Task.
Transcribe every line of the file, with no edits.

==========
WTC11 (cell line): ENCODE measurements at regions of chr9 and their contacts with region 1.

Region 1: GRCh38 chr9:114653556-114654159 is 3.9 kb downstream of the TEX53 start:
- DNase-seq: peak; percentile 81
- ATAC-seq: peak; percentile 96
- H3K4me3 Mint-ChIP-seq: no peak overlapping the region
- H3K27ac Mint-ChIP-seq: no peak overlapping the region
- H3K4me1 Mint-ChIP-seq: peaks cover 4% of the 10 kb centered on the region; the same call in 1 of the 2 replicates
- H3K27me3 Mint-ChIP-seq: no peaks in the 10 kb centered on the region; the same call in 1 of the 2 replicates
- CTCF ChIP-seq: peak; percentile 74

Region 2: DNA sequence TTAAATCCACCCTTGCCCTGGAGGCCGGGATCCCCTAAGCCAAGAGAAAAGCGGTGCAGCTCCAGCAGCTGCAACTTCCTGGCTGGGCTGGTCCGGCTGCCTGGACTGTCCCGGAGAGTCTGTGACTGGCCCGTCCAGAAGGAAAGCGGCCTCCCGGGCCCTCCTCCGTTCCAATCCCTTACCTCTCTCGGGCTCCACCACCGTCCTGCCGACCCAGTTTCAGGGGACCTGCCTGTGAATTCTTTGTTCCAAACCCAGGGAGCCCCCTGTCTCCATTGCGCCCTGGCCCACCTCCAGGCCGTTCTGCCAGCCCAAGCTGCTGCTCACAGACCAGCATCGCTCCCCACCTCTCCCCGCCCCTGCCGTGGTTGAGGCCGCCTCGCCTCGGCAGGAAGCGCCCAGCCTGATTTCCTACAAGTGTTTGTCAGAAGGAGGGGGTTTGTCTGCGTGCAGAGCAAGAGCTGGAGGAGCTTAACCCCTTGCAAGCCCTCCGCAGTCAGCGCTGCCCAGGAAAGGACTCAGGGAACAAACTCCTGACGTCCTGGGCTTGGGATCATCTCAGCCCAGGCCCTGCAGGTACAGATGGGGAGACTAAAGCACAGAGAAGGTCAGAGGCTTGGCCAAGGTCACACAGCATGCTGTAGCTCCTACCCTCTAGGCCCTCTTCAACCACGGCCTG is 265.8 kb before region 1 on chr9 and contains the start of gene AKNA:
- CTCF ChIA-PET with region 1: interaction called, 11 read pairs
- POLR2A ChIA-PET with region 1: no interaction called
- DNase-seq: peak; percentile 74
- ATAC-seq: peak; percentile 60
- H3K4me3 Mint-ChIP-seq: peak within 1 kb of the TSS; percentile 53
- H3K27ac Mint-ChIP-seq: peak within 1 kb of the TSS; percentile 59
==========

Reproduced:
WTC11 (cell line): ENCODE measurements at regions of chr9 and their contacts with region 1.

Region 1: GRCh38 chr9:114653556-114654159 is 3.9 kb downstream of the TEX53 start:
- DNase-seq: peak; percentile 81
- ATAC-seq: peak; percentile 96
- H3K4me3 Mint-ChIP-seq: no peak overlapping the region
- H3K27ac Mint-ChIP-seq: no peak overlapping the region
- H3K4me1 Mint-ChIP-seq: peaks cover 4% of the 10 kb centered on the region; the same call in 1 of the 2 replicates
- H3K27me3 Mint-ChIP-seq: no peaks in the 10 kb centered on the region; the same call in 1 of the 2 replicates
- CTCF ChIP-seq: peak; percentile 74

Region 2: DNA sequence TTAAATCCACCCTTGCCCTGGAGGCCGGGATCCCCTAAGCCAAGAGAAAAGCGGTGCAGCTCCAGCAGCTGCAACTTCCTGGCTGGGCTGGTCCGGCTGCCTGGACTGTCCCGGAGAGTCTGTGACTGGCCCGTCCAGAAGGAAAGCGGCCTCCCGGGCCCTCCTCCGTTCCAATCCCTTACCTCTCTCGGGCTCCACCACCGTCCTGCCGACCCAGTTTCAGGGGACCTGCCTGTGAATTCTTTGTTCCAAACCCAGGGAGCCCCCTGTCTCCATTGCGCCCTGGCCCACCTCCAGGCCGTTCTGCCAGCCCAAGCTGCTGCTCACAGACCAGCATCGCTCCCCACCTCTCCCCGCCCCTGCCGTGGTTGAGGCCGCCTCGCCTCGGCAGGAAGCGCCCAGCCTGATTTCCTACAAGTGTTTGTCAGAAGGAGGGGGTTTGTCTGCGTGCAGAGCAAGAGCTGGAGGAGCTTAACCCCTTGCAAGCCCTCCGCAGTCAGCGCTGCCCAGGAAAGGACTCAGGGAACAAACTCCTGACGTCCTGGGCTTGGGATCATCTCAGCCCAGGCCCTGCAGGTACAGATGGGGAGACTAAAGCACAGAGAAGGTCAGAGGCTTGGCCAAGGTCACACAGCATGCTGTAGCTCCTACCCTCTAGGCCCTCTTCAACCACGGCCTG is 265.8 kb before region 1 on chr9 and contains the start of gene AKNA:
- CTCF ChIA-PET with region 1: interaction called, 11 read pairs
- POLR2A ChIA-PET with region 1: no interaction called
- DNase-seq: peak; percentile 74
- ATAC-seq: peak; percentile 60
- H3K4me3 Mint-ChIP-seq: peak within 1 kb of the TSS; percentile 53
- H3K27ac Mint-ChIP-seq: peak within 1 kb of the TSS; percentile 59